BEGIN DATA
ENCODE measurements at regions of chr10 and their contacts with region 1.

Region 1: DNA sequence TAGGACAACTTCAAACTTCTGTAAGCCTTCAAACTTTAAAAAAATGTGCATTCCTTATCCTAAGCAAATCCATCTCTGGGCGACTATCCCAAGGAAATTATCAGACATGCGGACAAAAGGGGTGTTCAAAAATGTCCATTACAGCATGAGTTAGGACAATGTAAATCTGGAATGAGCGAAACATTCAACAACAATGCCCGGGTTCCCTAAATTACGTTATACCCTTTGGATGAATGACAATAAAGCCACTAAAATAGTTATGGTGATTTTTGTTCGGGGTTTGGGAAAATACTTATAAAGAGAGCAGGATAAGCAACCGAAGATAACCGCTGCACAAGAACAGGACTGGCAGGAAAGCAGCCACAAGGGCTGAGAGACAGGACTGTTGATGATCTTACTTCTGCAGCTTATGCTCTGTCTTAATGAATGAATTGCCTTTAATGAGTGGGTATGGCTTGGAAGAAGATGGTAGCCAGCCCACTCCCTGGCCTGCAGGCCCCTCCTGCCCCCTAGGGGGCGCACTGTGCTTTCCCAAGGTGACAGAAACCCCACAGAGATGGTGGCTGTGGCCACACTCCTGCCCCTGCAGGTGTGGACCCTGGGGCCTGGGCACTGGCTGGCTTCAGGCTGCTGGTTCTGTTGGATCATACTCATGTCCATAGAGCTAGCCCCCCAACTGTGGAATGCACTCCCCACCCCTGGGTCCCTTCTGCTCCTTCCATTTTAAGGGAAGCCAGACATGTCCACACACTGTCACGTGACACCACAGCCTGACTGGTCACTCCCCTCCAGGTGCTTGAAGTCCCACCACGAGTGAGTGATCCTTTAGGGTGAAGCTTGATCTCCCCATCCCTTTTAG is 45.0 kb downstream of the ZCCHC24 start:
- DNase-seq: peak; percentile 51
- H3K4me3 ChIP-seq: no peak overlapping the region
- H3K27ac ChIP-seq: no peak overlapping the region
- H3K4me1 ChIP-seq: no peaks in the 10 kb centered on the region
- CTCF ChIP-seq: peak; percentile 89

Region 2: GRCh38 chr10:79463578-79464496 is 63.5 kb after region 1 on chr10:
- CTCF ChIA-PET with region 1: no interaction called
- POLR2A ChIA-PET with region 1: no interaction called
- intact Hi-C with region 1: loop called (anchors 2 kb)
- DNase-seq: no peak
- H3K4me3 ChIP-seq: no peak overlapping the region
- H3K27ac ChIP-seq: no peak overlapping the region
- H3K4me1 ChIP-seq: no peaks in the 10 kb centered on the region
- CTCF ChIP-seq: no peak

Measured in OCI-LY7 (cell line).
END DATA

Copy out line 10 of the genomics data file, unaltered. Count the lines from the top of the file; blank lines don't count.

- POLR2A ChIA-PET with region 1: no interaction called